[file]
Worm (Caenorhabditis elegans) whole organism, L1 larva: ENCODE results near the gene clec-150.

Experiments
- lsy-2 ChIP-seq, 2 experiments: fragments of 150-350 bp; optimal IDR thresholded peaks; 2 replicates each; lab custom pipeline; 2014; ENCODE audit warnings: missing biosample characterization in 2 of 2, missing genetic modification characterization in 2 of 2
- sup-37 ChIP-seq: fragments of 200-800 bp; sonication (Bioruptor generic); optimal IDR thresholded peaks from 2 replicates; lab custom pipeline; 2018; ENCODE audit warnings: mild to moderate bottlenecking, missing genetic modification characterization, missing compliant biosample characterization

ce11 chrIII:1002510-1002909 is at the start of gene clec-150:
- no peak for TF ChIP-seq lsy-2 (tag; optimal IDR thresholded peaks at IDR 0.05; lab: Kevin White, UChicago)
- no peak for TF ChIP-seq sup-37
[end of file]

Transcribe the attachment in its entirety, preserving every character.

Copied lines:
Worm (Caenorhabditis elegans) whole organism, L1 larva: ENCODE results near the gene clec-150.

Experiments
- lsy-2 ChIP-seq, 2 experiments: fragments of 150-350 bp; optimal IDR thresholded peaks; 2 replicates each; lab custom pipeline; 2014; ENCODE audit warnings: missing biosample characterization in 2 of 2, missing genetic modification characterization in 2 of 2
- sup-37 ChIP-seq: fragments of 200-800 bp; sonication (Bioruptor generic); optimal IDR thresholded peaks from 2 replicates; lab custom pipeline; 2018; ENCODE audit warnings: mild to moderate bottlenecking, missing genetic modification characterization, missing compliant biosample characterization

ce11 chrIII:1002510-1002909 is at the start of gene clec-150:
- no peak for TF ChIP-seq lsy-2 (tag; optimal IDR thresholded peaks at IDR 0.05; lab: Kevin White, UChicago)
- no peak for TF ChIP-seq sup-37